This recipe dates back to the days of New York's famed Delmonico's in the late 19th century, and it remains to be a favorite recipe for many. In the recipe intro, he points out people tend to either like or hate Manhattan-style clam chowder. But he explains that the tomatoes are a great addition to clam chowder because they temper the salty broth and offer a pleasant sweetness that you won't find in most milk- or cream-based clam chowder recipes.
Put the clams in a large, heavy Dutch oven, and add about 4 cups water, then set over medium-high heat. Cover, and cook until clams have opened, approximately 10 to 15 minutes. (Clams that fail to open after 15 to 20 minutes should be discarded.) Strain clam broth through a sieve lined with cheesecloth or doubled-up paper towels, save the hot broth and set aside. Remove clams from shells, and set those aside as well.
Rinse out the pot, and return it to stove. Add butter, and turn heat to medium-low. Add bacon and cook, stirring occasionally, until the fat has rendered and the pork has started to brown, approximately 5 to 7 minutes. Use a slotted spoon to remove pork from fat, and set aside.
Add onions, garlic, celery, green peppers and carrots to the fat, and cook, stirring frequently, until the vegetables are soft but not brown, approximately 10 to 15 minutes. Season as desired with red pepper flakes (use sparingly, as the heat increases a bit over time.) Stir in potatoes, and continue cooking until they have just started to soften, approximately 5 to 7 minutes. Add 4 cups of clam broth, reserving the rest for another use. Add the sprigs of thyme and the bay leaf.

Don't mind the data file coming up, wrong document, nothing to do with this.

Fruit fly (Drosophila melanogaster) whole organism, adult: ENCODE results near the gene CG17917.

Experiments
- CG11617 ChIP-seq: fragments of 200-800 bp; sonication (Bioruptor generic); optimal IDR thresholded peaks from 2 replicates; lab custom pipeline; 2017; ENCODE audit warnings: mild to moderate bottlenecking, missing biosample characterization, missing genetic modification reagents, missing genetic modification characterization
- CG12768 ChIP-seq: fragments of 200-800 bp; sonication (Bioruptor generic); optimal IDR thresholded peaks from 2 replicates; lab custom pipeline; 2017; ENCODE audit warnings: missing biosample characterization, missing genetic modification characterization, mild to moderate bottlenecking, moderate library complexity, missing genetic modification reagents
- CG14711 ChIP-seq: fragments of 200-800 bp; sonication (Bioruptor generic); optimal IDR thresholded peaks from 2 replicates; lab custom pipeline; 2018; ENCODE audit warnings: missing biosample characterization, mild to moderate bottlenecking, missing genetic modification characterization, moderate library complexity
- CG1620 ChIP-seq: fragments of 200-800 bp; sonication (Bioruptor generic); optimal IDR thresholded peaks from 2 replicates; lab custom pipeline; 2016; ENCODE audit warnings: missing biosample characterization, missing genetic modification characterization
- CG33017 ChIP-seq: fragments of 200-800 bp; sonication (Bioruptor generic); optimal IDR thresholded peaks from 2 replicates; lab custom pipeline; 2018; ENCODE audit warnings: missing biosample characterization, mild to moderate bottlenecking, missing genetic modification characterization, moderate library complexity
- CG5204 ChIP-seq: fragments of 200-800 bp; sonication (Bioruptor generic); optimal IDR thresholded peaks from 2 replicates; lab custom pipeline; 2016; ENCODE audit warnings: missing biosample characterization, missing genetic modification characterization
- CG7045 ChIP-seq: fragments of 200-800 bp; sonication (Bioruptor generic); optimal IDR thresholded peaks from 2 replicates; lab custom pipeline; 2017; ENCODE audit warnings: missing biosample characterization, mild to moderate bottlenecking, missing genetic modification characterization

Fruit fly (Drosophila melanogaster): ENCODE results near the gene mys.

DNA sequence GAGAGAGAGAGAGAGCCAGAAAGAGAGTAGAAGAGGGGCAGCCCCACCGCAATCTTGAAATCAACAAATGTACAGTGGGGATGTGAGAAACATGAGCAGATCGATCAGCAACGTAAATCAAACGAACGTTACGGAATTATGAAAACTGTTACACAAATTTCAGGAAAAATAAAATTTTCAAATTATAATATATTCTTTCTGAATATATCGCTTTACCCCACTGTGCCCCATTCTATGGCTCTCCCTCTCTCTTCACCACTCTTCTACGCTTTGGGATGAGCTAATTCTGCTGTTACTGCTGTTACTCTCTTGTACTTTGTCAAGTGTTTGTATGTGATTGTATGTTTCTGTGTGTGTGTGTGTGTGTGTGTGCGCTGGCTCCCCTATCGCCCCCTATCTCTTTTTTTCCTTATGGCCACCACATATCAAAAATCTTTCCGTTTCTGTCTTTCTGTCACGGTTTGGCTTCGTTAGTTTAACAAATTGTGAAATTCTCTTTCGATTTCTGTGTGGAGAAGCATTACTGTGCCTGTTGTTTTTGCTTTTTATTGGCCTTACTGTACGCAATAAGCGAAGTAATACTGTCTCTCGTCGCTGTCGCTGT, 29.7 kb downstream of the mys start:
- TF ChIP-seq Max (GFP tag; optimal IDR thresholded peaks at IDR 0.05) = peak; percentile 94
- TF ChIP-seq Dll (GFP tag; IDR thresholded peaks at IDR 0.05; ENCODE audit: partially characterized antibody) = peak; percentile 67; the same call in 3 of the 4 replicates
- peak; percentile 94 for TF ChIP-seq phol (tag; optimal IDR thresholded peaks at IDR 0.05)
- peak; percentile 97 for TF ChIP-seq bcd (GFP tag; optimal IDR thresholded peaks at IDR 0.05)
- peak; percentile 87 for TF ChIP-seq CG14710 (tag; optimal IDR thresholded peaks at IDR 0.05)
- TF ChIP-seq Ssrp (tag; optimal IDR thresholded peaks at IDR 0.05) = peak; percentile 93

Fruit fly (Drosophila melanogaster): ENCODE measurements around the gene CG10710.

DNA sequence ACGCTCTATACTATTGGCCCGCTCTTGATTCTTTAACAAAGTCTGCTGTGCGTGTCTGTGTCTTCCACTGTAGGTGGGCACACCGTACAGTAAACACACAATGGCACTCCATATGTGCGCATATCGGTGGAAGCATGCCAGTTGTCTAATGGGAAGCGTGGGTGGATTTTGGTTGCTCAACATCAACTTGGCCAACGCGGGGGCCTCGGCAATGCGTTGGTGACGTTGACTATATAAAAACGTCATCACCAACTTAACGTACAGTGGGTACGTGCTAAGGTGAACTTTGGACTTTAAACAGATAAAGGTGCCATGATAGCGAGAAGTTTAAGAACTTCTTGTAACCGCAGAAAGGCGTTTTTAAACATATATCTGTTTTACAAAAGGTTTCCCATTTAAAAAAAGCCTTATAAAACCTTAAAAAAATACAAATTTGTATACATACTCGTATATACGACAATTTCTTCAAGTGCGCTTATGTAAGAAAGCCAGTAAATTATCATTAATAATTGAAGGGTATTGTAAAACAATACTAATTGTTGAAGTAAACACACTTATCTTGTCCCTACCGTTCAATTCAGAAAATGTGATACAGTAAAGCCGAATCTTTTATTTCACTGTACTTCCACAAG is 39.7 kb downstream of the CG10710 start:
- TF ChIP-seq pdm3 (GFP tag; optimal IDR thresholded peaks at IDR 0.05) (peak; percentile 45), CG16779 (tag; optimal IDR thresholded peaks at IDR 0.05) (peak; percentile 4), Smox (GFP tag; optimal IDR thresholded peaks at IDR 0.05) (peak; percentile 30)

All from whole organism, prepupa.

Partly cover the pot, and simmer gently until potatoes are tender, approximately 10 to 15 minutes. Using the back of a wooden spoon, smash a few potatoes against the side of the pot to release their starch and help thicken the broth.
Meanwhile, chop the clams into bits that are about the size of the bacon dice.
When potatoes are tender, stir in tomatoes, and heat them through. Add chopped clams and reserved bacon, stirring to combine. Add black pepper to taste. Let chowder come to a simmer, and remove from heat. Remove thyme sprigs and the bay leaf, and discard.
The chowder should be allowed to sit for a while to cure. Reheat it before serving, then garnish with chopped parsley. Serve with oyster crackers.